• Hello

        Ah, pull instead of push.

        Looking at this:

        https://github.com/ansible/ansible/tree/devel/lib/ansible/runner/connection_plugins

        ansible’s connection plug-ins seem simple. Just need to implement put_file, fetch_file and exec_command methods. So however virt-builder puts scripts into the vm and runs them, an ansible connection module could do something similar.

  2. This new functionality reminds me of OpenVZ and its OS Templates. Glad to see this was adopted. Now, any chance you guys would have a look at another OpenVZ thing… ploop?

    • rich

      ploop looks like an invitation to be 0wned when one of your container users finds a kernel exploit! However as an extension of loop (given that you don’t care about all its security problems) it’s obviously a good thing.

      • OpenVZ (sponsored by Parallels and a building block of their commercial product Virtuozzo Containers) has been around for 8 years and is widely deployed especially by hosting providers selling containers to the public and giving them container root access. Parallels employs a few kernel developers and have a track record of providing mainline bug fixes as well as appearing in the top kernel contributors a few times. The point is they haven’t had any significant security issues with their stuff so far as I know so your comment about not caring about security problems is short sighted. They plan on getting ploop into the mainline kernel at some point but are busy focusing on a few other things first. I don’t mean to make this a Parallels ad and it is ok to look a gift horse in the mouth… especially for security problems. They actually started gathering deployment stats a few months ago (http://stats.openvz.org) and given the fact that ploop is a relatively new OpenVZ feature, it is only deployed on ~ 7.3% of containers.The OpenVZ kernel patch/branches are based on RHEL kernel sources. They DO care a LOT about security and I’m sure ploop is no exception. If anyone can find security problems with ploop I’m sure they’d love to hear about them.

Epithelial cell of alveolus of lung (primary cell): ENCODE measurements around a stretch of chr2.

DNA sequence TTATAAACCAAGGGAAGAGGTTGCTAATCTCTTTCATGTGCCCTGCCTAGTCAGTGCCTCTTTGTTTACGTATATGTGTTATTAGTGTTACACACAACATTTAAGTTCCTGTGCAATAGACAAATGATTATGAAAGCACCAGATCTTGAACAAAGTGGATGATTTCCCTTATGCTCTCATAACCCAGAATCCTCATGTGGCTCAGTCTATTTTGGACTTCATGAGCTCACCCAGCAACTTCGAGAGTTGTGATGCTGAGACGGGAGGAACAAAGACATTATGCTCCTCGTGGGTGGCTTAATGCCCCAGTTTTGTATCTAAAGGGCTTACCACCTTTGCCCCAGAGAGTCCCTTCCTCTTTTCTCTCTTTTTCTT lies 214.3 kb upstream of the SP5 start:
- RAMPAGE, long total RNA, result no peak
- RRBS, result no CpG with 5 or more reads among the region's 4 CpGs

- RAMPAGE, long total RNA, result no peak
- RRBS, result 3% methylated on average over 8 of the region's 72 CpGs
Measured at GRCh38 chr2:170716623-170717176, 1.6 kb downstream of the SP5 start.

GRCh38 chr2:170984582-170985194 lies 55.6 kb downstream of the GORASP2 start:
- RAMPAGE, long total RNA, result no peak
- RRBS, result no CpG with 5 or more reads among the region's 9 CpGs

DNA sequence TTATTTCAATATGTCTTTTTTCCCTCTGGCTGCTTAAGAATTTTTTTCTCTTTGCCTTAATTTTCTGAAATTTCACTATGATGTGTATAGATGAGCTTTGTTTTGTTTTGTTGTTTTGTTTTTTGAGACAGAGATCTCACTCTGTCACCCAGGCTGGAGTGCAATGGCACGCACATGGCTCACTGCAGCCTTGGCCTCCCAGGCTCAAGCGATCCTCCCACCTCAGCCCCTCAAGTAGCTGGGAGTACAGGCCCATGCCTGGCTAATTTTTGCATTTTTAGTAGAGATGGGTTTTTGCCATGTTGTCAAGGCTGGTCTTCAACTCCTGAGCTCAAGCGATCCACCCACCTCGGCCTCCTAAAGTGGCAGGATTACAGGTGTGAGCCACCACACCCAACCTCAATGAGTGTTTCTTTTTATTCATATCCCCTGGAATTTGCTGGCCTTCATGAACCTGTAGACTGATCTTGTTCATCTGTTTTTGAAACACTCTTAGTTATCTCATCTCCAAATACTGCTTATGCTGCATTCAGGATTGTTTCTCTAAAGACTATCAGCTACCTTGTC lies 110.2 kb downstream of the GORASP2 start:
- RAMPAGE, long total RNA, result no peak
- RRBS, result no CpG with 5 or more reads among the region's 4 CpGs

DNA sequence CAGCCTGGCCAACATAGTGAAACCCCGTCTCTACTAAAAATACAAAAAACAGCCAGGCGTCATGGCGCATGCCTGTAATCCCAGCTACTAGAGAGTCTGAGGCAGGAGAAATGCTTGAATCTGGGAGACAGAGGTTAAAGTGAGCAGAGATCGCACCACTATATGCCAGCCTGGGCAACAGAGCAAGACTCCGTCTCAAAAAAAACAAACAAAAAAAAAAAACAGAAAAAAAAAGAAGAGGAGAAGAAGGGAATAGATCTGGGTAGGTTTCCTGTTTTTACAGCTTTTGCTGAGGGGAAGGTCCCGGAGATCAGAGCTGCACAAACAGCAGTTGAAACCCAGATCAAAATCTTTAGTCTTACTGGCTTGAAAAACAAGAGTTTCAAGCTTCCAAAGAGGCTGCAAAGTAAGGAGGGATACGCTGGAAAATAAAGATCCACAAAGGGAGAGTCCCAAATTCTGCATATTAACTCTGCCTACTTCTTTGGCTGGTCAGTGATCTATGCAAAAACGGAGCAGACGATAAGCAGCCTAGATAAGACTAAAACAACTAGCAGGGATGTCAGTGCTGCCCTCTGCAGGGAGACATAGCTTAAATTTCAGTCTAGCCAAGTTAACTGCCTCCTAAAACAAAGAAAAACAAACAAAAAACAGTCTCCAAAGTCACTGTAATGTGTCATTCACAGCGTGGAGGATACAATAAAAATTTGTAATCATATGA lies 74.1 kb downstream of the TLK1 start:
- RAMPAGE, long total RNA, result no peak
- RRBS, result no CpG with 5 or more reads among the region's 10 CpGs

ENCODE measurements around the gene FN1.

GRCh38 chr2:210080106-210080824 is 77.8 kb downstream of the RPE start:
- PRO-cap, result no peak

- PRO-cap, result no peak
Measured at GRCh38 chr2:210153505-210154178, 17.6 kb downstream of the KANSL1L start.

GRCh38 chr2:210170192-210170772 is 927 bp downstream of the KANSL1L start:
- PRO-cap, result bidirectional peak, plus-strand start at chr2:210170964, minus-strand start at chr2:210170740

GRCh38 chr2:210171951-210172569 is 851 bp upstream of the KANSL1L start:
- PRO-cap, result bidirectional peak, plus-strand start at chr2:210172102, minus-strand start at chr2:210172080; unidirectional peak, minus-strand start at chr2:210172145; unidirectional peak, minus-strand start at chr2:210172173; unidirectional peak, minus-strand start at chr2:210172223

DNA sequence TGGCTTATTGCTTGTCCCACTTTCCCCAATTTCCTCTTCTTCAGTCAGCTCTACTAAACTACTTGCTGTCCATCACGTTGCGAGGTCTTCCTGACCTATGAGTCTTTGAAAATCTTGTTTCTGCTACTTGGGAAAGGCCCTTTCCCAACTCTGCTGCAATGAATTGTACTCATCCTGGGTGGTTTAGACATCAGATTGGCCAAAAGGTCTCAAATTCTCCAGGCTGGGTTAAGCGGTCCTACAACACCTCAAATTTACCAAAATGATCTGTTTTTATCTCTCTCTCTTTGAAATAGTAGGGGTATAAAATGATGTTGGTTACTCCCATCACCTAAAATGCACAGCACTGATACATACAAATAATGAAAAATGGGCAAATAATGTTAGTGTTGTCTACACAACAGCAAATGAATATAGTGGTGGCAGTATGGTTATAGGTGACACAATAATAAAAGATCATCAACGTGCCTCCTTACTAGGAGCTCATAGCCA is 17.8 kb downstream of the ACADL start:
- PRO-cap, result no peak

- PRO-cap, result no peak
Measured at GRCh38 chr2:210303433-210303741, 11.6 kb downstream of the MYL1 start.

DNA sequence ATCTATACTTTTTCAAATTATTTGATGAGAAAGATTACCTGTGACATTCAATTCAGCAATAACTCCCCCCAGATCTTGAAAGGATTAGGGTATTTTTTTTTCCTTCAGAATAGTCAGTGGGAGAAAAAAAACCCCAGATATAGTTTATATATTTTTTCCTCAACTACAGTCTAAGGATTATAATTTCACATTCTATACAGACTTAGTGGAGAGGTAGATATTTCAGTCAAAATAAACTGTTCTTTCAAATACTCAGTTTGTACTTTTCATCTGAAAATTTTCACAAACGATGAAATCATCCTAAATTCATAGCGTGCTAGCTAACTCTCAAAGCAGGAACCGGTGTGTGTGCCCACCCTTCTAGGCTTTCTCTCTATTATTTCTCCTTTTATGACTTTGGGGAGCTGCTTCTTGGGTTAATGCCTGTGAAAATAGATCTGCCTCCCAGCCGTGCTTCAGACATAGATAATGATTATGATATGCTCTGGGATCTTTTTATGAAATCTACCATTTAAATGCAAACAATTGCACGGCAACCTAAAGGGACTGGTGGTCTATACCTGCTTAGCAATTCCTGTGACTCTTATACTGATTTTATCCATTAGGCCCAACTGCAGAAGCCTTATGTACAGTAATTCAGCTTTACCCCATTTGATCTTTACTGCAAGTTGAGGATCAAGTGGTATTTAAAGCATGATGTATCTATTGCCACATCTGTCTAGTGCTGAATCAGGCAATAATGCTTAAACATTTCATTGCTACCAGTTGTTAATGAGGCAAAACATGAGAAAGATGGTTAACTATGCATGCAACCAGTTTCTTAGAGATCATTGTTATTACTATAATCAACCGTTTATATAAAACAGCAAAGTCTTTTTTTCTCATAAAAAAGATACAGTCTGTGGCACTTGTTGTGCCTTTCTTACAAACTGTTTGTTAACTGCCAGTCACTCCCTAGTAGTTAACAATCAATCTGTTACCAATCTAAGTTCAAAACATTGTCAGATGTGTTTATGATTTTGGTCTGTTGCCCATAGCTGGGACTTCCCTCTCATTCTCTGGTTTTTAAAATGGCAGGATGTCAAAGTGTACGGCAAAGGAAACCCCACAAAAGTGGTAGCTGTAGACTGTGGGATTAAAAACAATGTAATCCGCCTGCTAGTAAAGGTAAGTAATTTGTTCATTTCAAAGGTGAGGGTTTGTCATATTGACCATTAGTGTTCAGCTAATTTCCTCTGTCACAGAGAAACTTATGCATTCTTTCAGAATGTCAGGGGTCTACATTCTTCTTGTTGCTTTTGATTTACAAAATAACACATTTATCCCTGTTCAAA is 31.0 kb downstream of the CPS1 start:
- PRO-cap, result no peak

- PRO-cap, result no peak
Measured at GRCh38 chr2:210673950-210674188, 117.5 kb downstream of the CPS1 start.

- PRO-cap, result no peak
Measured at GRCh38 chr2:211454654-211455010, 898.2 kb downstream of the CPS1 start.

• rich

        Sure, I hope and trust that they care a lot about security.

        The problem is not with ploop, which looks like a fine enhancement to loop. The problem is the whole idea of mounting untrusted filesystems on the kernel which can invoke exploitable bugs in multiple VFS and block device drivers which bypass both ordinary Unix permissions and Linux security modules like SELinux.

        Unless you are able to prove that the Acorn ADFS driver in your kernel is free of bugs … or the ext4 driver .. or the hundreds of other VFS and block device drivers … or the kernel ABI itself.

        Friends don’t let friends mount untrusted filesystems on their kernel.

  3. Looks interesting … waiting to play with it..

  4. Pingback: New in virt-builder | Richard WM Jones